article, Boosting Bioenergy and Carbon Storage
in Green Plants
Forests and the
way we manage them provide significant opportunities to help control
climate. A climate control effort that includes forests should account
for both the release and absorption of carbon dioxide and reward only
those activities that help slow the buildup of atmospheric carbon dioxide.
These are conclusions
of "Land Use and Global Climate Change: Forests, Land Management, and
the Kyoto Protocol," a report prepared for the Pew Center on Global
Climate Change in June 2000. The authors are Bernhard Schlamadinger
of Joanneum Research in Austria and Gregg Marland of ORNL's Environmental
Sciences Division. Schlamadinger recently completed an 18-month postdoctoral
fellowship at ORNL.
The Kyoto Protocol,
negotiated in Japan in 1997, sets forth binding targets for emissions
of greenhouse gases from developed countries. Kyoto Protocol commitments
include land use, land-use change, and forestry, but, according to Schlamadinger
and Marland, lack the effective implementation details required to realize
the potential benefits from land management. Land management can retard
the buildup of carbon dioxide by (1) slowing the loss of carbon from
plants and soils through reduced rates of deforestation and (2) encouraging
the return of carbon from the atmosphere to the terrestrial biosphere
by planting trees or improving management of forests or agricultural
The Kyoto Protocol
provides that planting new forests and clearing forested land will be
accounted for in determining compliance with national commitments to
reduce greenhouse gas emissions. Schlamadinger and Marland raise the
question whether it is possible under the Kyoto Protocol to protect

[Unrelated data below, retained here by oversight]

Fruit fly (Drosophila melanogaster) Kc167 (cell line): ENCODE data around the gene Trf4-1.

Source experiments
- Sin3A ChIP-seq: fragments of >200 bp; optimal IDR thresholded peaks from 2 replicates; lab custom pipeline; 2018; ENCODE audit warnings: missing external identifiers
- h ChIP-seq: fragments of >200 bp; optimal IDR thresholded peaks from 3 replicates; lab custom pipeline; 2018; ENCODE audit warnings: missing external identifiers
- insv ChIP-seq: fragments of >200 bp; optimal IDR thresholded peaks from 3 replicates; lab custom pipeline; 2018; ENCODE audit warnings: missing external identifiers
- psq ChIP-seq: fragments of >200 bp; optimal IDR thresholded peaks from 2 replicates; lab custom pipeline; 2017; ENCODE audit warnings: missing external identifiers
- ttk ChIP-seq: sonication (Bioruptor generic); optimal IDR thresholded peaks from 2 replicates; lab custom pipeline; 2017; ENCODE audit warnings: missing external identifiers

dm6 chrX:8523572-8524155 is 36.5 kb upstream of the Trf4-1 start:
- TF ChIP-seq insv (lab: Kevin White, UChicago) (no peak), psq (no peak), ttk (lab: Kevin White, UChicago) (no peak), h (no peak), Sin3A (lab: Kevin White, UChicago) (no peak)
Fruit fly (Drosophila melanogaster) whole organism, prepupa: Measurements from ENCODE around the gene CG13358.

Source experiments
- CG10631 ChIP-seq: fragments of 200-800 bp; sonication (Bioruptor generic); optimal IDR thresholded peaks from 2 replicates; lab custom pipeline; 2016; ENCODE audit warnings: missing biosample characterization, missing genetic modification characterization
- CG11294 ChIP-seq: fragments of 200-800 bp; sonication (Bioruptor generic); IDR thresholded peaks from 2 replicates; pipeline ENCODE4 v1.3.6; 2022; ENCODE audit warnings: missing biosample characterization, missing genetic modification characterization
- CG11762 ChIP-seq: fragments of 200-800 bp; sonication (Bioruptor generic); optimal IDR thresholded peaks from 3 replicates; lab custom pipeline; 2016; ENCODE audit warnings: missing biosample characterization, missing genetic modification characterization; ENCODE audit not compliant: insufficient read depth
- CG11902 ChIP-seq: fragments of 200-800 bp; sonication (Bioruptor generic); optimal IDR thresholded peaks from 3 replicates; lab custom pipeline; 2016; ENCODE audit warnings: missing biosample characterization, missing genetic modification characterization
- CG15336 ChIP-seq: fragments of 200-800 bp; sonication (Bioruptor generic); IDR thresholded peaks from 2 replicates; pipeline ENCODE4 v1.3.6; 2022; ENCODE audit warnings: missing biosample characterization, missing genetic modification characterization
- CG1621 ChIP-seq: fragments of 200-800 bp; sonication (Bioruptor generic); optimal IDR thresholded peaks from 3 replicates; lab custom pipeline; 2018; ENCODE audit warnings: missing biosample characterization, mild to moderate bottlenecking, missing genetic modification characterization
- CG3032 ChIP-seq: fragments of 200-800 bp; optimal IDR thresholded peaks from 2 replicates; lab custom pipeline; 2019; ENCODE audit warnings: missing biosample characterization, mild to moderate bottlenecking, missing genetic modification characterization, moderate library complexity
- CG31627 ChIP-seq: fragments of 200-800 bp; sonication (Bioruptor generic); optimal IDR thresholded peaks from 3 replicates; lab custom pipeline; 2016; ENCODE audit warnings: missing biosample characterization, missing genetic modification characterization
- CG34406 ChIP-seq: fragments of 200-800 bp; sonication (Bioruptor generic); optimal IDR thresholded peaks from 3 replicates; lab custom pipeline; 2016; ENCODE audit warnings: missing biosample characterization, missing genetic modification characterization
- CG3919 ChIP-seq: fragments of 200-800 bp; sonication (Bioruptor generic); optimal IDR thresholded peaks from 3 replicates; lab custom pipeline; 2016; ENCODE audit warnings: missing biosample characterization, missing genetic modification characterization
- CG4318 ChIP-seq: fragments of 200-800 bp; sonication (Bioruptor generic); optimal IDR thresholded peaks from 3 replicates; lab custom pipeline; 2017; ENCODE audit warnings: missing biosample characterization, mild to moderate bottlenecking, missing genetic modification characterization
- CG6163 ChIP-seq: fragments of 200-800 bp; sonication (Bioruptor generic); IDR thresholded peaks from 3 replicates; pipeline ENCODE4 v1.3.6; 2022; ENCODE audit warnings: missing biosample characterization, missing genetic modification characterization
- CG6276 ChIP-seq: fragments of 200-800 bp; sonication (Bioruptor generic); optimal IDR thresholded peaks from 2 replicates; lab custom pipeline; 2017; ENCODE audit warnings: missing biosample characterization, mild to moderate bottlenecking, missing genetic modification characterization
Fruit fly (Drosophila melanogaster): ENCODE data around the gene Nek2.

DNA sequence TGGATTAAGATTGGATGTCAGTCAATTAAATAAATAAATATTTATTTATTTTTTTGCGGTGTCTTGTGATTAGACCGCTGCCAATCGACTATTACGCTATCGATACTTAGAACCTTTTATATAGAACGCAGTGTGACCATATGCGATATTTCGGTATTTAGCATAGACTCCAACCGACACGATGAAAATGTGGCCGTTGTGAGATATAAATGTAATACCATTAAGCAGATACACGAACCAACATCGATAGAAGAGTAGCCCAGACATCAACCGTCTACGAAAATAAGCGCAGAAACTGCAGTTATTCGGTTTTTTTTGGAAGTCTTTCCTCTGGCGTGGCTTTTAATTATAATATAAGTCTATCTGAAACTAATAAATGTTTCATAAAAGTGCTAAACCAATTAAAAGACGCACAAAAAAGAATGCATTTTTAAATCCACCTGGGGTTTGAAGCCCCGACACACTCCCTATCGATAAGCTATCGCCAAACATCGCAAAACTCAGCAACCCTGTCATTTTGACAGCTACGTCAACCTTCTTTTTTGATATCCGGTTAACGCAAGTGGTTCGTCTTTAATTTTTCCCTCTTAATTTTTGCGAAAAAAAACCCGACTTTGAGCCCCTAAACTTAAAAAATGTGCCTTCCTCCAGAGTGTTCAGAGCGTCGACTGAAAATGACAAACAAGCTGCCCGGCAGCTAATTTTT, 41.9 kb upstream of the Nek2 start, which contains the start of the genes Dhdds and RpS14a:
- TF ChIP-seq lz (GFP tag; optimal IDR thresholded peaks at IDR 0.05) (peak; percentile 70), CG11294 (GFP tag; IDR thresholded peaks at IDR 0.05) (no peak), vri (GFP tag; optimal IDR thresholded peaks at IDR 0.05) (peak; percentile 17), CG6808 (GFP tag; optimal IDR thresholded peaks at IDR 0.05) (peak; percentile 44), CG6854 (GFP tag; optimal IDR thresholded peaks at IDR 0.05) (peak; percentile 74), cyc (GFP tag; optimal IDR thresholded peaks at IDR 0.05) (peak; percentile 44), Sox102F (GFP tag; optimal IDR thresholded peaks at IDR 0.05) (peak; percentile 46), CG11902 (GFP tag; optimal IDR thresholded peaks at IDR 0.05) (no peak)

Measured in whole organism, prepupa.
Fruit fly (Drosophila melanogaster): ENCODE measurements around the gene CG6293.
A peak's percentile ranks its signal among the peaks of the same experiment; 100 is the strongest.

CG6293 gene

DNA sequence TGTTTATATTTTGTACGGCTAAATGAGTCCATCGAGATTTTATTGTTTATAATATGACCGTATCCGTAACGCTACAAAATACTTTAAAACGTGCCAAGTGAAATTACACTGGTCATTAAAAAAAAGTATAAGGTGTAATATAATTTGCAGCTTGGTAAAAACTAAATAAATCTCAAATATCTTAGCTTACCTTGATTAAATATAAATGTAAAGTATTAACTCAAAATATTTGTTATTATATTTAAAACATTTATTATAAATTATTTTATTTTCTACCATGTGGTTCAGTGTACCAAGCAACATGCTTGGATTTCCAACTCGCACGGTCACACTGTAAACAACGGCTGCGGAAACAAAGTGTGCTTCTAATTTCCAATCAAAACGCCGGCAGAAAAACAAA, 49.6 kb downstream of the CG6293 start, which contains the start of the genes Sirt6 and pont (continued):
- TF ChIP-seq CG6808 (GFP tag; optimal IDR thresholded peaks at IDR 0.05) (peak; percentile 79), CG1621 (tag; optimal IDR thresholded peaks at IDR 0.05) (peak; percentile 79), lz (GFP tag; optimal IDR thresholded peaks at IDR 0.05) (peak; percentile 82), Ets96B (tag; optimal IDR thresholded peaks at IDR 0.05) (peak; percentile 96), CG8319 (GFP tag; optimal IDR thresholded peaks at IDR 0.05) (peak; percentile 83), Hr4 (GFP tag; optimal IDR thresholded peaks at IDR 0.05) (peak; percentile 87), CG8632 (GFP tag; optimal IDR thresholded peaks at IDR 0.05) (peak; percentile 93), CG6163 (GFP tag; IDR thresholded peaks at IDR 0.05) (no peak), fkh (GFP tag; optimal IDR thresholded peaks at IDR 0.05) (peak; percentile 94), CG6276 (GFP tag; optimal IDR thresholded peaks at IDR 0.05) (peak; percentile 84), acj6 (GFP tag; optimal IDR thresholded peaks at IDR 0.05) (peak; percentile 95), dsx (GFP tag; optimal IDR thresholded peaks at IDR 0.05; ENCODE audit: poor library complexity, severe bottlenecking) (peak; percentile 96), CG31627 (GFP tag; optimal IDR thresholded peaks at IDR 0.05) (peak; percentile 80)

existing forests, plant forests where there are not now forests, and
protect or increase the carbon in agricultural soils.
The report notes
that the Kyoto Protocol recognizes that greenhouse gas emissions will
be reduced by the use of sustainably produced biomass products. "Biomass
fuels," states the report, "can be used in place of fossil fuels, and
construction wood can be used in place of other, often more energy-intensive,
materials such as steel or concrete."
Building up biomass
on the earth offers several benefits in addition to slowing the buildup
of carbon dioxide in the atmosphere. According to the report, "Increasing
carbon in the terrestrial biosphere appears to be a low-cost way to
help mitigate the increasing concentration of atmospheric carbon dioxide
while providing ancillary benefits in terms of protecting forests, biodiversity,
water quality, and soil fertility. Many land management activities are
attractive because they can be pursued now, without technological innovation.
Increasing carbon storage cannot by itself solve the problem of increasing
atmospheric carbon dioxide, but can help, especially in the short term."
Environmental Sciences Division